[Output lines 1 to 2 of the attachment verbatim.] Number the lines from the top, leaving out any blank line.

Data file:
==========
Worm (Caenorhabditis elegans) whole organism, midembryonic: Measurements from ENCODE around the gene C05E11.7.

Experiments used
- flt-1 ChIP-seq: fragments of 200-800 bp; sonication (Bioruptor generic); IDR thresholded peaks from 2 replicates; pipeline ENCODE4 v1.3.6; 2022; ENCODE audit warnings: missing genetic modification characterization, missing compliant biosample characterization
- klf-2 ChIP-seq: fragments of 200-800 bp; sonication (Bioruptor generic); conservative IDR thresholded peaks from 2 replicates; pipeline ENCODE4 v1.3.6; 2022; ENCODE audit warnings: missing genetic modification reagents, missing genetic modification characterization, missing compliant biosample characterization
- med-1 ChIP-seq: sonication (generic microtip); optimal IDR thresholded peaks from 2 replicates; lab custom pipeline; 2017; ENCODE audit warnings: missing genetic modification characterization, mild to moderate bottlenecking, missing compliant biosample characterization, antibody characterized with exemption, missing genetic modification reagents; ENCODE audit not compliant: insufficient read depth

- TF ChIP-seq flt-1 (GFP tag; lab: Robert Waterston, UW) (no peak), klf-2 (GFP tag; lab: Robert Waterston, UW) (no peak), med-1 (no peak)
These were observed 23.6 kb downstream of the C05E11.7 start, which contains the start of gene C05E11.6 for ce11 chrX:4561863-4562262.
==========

Worm (Caenorhabditis elegans) whole organism, midembryonic: Measurements from ENCODE around the gene C05E11.7.

Experiments used